One of the issues I keep reading about recently is the (alleged) divergence between “soft” and “hard” data. For example, consumer sentiment as measured by the University of Michigan (and the Conference Board, and Gallup) has been making new highs since the Presidential election last November (according to Gallup, mainly fueled by a massive gain in optimism among Republicans). while “hard data,” chiefly industrial production but also including consumer spending, has failed to follow suit.
One problem with this thesis has been that manufacturing as measured by the industrial production index, turned up for five months in a row. It turned down in March, and one good measure of how intellectually honest the commentator is, is whether they have been using a consistent measure for industrial production:
Production as a whole only fell in January and February because of utility production (warm winter in the eastern half of the US). In March, production only rose because utility production rebounded sharply (March was actually colder than February in much of the East).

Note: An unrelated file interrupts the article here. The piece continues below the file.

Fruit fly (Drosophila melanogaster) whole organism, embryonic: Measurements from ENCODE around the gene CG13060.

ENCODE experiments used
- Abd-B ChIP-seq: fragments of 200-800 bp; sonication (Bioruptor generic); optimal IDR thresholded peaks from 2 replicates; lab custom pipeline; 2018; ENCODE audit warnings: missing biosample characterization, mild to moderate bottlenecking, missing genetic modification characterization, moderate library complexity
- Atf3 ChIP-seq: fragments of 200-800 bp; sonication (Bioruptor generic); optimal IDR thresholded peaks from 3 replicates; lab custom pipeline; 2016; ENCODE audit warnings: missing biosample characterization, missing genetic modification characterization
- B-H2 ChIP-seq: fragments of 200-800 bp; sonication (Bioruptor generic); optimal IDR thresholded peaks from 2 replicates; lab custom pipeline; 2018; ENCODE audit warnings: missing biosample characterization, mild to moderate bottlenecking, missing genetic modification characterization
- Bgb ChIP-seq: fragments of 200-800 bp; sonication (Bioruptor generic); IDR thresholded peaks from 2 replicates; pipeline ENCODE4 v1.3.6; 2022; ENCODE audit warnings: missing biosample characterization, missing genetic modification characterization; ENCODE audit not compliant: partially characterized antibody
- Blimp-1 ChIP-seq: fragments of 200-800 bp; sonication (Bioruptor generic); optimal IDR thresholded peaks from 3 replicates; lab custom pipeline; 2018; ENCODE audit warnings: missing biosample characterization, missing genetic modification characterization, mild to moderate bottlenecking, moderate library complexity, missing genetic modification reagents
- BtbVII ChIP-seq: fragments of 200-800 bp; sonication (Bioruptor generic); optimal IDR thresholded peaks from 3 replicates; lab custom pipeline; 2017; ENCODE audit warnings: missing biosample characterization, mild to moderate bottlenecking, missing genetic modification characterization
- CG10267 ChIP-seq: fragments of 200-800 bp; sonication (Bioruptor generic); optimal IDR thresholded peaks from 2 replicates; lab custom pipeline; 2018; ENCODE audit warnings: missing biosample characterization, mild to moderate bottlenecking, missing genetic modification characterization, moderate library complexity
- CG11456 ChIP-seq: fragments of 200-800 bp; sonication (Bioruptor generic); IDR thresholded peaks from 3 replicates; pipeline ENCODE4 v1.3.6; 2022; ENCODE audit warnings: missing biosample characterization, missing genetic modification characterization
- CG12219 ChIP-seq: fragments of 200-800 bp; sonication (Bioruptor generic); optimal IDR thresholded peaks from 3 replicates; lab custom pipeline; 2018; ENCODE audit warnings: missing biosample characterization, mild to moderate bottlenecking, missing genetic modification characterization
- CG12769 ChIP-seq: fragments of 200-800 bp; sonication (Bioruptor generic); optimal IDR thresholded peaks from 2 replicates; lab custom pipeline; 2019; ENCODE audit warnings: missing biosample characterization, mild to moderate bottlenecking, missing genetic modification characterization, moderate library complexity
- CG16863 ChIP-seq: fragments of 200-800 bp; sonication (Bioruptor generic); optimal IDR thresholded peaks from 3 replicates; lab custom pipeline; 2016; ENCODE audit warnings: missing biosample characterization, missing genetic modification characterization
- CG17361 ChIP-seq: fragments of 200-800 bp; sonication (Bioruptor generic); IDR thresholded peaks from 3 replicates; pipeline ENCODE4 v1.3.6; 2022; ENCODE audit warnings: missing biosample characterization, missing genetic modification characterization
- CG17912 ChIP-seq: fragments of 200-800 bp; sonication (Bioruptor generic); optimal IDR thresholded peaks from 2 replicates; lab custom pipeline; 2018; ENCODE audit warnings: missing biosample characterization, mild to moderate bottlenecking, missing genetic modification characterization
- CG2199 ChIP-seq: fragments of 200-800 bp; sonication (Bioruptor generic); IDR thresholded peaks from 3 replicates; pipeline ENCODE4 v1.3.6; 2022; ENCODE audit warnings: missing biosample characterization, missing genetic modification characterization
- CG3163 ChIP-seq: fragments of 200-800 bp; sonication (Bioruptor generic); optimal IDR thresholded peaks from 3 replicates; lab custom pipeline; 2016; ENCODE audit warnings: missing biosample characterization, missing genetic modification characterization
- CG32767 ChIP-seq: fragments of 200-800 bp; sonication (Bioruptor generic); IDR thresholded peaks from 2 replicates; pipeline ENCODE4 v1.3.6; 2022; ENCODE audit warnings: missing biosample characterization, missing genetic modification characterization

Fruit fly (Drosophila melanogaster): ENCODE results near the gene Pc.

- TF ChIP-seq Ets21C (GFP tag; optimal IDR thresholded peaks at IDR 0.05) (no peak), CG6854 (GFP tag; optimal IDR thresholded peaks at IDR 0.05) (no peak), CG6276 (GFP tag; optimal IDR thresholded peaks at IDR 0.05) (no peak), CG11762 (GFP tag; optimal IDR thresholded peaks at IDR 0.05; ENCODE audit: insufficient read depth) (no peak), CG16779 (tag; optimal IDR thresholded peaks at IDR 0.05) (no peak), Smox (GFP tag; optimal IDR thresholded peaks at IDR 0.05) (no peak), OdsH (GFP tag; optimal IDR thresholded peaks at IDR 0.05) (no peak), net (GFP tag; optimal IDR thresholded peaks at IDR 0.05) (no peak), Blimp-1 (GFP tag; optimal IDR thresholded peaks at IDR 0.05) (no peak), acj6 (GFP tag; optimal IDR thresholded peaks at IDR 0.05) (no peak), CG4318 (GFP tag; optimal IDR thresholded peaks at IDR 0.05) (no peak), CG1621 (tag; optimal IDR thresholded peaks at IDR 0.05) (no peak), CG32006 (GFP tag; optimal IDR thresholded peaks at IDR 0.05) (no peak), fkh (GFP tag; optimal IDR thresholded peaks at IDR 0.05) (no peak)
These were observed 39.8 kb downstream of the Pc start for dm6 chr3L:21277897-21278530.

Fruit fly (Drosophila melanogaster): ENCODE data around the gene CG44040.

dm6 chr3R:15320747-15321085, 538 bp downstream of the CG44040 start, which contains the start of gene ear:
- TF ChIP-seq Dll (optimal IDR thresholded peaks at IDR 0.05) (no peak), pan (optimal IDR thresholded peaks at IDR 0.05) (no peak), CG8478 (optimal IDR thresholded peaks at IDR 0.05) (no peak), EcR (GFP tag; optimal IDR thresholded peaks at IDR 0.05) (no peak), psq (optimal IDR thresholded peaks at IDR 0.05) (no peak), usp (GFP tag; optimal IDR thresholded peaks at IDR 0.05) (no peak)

So a Doomer who was all over the decline in industrial production for the last two months should be touting its advance in March. If the Doomer backs out utilities this month, take a look to see if they did the same thing last month — almost certainly not.
Another problem with the soft/nard data dichotomy is that online retail appears to have reached a tipping point where it is causing big damage to brick-and-mortar retailers, who are laying off thousands of employees and even shutting down completely.
I am concerned that the official real retail sales numbers might not be adequately picking up online retail:
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